Small Lake Profile: Lucas Lake Near Macon

Limited access helps make the bass, lineside, catfish and bream fishing excellent at Lucas. Here’s how to get in on the action.

John Trussell | May 9, 2017

Paul Cumbess used a black Texas-rigged Mann’s Augertail worm to pull this 2-lb. spotted bass from some shoreline cover.

Lake Lucas created quite a ripple when it opened on March 28, 2004 with great fishing, but since then, it’s been under the fishing radar for many anglers. It’s likely the limited hours, fishing fees and the elector-motor stipulation that deters some anglers, but for those who fish it regularly, a day at Lucas can make for a great time fishing.

Located near Macon off Upper River Road, this 589-acre water storage lake is the main water source for Macon and Bibb County. The lake has a small inflow from Town Creek, but the bulk of the water is pumped in from the nearby Ocmulgee River. To ensure the purity of future drinking water, no gas motors are allowed on the lake. Only electric motors and paddles can be used. There is only one boat ramp, so you’ll have to watch the wind and carry an extra trolling battery. You certainly don’t want to run a long distance downwind and then not be able to get back to the boat ramp. I usually carry two trolling motors and three batteries when I’m on the lake, and I always have my cell phone.

Even with the trolling-motor limitation, Lucas offers fishermen an excellent opportunity to catch some good fish. According to Brandon Baker, a fisheries biologist with WRD, anglers at Lucas can expect 2017 fishing to be pretty good. The lake was down 13 feet from the drought of 2016, but it has recovered and is now at full pool. Data from a recent electroshocking survey suggests that anglers can expect good numbers of small- to medium-sized bluegill and shellcracker, both largemouth and spotted bass, hybrid and striped bass, channel catfish and crappie.

Brandon said the bass population is evenly split between spots and largemouth. To keep the spotted bass in check, anglers are encouraged to fry up a few. The daily limit on bass is 10 per day, but there is no size limit. To give the largemouth a boost, WRD stocked 67,000 largemouth fry this spring. He said that stripers are stocked annually at a rate of five per acre, and hybrids are stocked at the rate of 15 per acre.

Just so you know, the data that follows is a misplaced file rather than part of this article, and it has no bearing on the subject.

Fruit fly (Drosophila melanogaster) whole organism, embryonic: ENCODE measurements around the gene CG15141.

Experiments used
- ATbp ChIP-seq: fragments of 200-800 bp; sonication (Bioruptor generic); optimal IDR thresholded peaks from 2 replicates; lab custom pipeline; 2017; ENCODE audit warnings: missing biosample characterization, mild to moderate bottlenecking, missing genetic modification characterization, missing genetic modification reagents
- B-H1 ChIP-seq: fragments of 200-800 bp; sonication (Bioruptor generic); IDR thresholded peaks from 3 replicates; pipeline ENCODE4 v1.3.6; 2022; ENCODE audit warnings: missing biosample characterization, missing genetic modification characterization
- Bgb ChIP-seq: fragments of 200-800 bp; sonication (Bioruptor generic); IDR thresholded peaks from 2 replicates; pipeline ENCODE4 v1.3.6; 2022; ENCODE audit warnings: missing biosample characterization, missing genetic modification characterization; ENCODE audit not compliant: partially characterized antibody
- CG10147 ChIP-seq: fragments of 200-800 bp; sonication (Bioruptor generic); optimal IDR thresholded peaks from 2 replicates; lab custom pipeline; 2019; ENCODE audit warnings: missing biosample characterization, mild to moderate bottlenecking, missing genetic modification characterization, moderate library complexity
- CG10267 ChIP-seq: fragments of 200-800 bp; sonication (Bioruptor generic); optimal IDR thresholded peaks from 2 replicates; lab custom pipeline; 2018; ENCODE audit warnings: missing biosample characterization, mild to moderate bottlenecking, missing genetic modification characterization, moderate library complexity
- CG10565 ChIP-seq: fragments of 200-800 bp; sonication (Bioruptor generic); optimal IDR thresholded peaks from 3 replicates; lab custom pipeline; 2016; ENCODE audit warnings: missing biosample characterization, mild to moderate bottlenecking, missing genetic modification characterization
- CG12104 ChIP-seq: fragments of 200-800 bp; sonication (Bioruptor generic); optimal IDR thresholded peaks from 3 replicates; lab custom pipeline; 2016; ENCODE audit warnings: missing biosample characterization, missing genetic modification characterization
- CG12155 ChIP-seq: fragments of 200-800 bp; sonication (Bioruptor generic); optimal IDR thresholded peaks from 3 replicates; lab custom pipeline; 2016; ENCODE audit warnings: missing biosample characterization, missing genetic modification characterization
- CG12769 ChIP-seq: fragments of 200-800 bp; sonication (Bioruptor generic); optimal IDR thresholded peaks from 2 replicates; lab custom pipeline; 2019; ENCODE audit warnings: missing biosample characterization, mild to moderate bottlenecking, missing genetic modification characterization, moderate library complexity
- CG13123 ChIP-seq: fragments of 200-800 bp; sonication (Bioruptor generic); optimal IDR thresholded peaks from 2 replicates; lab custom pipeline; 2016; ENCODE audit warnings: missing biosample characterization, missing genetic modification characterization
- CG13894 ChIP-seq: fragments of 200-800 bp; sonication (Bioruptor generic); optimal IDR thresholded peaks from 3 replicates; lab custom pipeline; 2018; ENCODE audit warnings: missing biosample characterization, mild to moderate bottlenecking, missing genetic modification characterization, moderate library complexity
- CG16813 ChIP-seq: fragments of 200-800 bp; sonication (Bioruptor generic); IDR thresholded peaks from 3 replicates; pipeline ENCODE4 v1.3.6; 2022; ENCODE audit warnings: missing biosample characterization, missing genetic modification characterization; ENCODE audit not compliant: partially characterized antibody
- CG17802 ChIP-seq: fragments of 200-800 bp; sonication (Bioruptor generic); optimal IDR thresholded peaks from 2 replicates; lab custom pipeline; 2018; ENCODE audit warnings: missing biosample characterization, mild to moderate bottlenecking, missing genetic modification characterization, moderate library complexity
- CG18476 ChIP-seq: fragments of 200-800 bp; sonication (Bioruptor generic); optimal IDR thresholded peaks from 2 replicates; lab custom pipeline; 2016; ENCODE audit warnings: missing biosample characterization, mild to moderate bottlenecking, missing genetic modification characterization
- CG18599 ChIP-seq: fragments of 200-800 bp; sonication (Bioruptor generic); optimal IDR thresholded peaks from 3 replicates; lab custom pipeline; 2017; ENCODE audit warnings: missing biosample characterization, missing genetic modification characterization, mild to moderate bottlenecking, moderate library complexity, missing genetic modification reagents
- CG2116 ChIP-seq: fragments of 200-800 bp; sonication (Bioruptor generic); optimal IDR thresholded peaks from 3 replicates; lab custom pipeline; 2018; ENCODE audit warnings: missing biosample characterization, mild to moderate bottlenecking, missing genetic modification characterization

This spring I have hit the lake several times with Bob Hopkins, of Warner Robins and Rob Craig, of Macon. I was also fortunate to fish with Paul Cumbess, a Macon Water Authority (MWA) employee, who fishes the lake often.

Now let’s cut to the chase. Where can you catch fish on Lucas?

1) The Ocmulgee River Discharge Pipe: The submerged 36-inch pipe pumps water into the lake from the Ocmulgee River, and the small waves of the flow gives the location away, but it’s not always flowing. It’s located near the mouth of the Town Creek arm of the lake and about 50 yards out from the west shore. Look for two large, white PVC pipes on the bank. The discharge pipe is in 20 feet of water and is surrounded by large rocks on the bottom.

I fished the discharge pipe in early April with Bob, and he caught a 5-lb. catfish on it. We have caught limits of striper there when the bite is good. I also spoke to Wade and Don Osborne, of Jones County, who were trolling around the pipe with dead shad and minnows, while they cast out various shad-colored stick baits. They said things were slow, but they still had caught several stripers. This area is good for stripers, hybrids and catfish.

Catfish are common in Lucas, with some running up to 12 pounds or more. Here is Bob Hopkins, of Warner Robins, with a 5-lb. channel cat caught from the area around the Ocmulgee River discharge pipe.